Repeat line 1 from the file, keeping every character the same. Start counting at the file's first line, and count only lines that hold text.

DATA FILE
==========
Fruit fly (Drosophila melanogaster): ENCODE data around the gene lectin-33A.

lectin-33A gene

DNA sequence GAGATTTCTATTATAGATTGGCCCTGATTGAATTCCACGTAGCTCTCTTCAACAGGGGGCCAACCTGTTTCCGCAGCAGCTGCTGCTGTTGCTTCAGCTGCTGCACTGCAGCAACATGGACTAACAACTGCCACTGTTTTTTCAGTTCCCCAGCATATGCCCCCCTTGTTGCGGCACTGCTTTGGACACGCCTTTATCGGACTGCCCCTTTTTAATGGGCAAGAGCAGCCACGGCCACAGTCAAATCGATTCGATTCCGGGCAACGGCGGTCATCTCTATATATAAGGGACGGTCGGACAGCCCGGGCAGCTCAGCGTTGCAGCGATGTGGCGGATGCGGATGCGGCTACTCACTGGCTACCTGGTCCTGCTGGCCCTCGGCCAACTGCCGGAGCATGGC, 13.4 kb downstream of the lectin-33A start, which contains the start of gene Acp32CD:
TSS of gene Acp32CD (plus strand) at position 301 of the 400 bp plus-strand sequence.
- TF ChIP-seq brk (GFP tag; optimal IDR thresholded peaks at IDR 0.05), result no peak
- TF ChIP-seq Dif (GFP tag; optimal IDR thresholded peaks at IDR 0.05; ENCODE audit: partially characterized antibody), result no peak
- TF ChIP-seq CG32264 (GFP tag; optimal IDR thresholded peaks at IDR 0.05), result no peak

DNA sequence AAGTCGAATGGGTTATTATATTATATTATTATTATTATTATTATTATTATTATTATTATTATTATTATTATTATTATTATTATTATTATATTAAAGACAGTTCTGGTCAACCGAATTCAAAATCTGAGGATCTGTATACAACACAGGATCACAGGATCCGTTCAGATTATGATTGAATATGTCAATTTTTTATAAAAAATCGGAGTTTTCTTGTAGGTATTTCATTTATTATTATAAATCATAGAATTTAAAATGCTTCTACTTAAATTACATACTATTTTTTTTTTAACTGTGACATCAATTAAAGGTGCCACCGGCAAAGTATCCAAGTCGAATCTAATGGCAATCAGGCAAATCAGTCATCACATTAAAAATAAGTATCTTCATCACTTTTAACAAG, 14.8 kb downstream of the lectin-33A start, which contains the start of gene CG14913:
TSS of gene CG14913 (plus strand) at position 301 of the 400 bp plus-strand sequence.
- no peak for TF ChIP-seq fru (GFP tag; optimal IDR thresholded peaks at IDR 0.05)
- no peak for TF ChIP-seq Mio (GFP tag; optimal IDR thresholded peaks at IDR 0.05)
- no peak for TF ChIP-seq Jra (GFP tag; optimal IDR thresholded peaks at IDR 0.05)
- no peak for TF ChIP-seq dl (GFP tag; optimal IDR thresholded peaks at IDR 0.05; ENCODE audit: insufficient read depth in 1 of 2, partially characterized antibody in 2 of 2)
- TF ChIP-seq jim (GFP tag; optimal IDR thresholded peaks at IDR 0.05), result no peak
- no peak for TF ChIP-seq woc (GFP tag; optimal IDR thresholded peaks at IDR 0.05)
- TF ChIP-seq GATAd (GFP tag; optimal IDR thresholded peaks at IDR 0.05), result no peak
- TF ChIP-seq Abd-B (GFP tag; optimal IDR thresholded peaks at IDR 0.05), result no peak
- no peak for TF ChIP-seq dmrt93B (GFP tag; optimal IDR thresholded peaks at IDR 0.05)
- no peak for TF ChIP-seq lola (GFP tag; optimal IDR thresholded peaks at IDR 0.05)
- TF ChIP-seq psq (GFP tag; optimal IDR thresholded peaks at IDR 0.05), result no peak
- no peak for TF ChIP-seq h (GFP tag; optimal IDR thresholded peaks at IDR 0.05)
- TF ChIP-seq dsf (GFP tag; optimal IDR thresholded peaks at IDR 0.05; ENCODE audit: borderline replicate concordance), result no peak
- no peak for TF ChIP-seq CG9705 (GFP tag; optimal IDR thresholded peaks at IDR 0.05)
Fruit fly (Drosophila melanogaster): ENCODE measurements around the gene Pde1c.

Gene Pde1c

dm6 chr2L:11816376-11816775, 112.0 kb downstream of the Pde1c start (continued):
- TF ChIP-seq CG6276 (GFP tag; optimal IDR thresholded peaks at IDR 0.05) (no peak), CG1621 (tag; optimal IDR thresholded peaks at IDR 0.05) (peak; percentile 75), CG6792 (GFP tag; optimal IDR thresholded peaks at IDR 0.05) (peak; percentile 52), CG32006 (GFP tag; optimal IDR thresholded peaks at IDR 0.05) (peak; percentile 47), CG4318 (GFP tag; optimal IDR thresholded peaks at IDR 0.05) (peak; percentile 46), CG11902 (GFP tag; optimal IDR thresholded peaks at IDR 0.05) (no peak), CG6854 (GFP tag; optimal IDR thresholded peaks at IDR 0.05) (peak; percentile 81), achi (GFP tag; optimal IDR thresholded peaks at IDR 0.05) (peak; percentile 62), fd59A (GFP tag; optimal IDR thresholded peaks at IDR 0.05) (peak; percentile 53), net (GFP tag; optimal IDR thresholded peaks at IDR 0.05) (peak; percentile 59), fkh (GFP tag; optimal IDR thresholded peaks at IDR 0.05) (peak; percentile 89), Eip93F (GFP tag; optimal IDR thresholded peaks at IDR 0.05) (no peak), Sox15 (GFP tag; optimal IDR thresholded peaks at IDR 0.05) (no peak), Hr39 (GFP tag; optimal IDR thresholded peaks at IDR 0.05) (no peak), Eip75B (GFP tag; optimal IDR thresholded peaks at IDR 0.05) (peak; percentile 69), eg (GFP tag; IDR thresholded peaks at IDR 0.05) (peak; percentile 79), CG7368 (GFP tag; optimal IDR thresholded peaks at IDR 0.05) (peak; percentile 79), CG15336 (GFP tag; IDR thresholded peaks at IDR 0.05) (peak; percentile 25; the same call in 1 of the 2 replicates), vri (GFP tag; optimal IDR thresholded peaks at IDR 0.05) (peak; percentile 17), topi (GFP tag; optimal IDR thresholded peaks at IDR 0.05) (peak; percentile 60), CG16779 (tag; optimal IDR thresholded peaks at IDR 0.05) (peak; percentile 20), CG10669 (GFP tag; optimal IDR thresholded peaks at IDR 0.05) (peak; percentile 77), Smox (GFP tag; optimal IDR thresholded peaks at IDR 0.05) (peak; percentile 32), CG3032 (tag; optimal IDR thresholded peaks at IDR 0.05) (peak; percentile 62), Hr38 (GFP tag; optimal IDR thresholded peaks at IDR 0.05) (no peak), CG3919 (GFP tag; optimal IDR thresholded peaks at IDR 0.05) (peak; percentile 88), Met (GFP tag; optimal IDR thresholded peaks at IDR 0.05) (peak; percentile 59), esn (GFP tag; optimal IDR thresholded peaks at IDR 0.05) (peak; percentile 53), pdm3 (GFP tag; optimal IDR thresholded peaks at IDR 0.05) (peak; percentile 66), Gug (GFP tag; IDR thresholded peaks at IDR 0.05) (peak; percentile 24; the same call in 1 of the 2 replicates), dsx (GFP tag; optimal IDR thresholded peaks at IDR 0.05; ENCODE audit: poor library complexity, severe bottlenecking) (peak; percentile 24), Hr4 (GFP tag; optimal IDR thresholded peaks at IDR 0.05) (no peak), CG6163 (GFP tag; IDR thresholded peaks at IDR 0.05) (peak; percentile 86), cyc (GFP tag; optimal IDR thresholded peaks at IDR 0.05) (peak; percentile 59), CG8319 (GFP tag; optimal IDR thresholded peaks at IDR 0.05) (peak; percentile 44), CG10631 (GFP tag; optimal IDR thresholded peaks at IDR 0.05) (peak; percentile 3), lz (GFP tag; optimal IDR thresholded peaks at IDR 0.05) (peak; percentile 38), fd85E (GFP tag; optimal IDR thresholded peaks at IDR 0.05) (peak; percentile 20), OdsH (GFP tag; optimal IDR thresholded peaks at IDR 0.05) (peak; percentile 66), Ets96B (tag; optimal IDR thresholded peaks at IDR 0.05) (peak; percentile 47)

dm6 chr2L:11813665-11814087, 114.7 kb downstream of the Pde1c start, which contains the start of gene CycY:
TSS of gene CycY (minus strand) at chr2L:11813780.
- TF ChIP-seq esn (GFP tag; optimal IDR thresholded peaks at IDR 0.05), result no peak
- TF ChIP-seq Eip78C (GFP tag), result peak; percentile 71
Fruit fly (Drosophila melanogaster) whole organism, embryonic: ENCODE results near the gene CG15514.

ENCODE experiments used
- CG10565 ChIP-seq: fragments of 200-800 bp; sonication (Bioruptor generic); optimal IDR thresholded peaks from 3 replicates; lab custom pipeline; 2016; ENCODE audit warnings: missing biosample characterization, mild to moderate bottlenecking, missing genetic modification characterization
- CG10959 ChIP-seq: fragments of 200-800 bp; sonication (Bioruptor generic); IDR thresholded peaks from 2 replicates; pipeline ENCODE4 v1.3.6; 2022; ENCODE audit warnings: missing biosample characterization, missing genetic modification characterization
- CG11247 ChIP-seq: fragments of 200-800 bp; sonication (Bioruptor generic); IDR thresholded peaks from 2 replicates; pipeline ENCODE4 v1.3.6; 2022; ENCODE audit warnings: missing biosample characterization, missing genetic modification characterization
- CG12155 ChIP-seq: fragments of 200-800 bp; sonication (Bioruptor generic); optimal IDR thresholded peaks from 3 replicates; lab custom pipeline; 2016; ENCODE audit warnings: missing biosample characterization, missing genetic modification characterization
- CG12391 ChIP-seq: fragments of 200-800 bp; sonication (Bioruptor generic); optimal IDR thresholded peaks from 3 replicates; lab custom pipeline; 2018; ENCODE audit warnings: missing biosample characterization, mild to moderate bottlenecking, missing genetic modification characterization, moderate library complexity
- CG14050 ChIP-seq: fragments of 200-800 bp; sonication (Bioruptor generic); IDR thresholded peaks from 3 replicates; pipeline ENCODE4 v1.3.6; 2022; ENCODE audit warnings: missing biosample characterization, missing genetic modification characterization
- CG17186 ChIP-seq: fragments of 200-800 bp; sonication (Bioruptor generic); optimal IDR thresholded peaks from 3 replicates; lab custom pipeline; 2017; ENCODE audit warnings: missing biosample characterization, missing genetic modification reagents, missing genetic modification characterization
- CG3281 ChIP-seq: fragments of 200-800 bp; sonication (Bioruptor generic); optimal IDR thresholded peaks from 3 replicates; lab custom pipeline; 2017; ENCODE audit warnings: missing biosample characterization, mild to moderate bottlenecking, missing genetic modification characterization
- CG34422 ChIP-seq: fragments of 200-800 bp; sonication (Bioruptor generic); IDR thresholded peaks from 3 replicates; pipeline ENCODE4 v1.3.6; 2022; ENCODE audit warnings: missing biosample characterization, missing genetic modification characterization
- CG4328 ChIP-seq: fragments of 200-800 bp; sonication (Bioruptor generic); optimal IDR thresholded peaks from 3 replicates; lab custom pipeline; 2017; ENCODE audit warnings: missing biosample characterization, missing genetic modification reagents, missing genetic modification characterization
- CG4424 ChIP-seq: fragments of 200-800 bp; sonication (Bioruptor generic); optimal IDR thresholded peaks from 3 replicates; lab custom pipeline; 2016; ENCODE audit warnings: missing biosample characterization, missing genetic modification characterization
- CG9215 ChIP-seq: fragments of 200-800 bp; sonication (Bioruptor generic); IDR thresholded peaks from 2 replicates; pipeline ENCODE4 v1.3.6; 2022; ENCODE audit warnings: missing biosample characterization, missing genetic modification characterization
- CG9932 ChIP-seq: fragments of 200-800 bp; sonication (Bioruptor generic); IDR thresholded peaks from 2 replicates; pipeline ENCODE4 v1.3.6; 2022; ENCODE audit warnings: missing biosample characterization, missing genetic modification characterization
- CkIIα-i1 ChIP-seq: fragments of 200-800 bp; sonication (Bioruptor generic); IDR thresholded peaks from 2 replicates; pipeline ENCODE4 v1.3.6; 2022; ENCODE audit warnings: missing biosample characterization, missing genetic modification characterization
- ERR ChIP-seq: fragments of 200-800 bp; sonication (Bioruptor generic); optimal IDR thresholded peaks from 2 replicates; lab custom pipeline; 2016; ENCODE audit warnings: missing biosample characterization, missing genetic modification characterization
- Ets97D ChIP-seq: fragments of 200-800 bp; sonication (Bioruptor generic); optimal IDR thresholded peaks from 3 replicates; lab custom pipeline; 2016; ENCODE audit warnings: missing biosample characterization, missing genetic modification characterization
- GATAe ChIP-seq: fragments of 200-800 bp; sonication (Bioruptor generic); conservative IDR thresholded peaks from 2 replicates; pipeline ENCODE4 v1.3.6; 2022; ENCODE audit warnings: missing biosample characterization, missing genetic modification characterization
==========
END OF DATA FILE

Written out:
Fruit fly (Drosophila melanogaster): ENCODE data around the gene lectin-33A.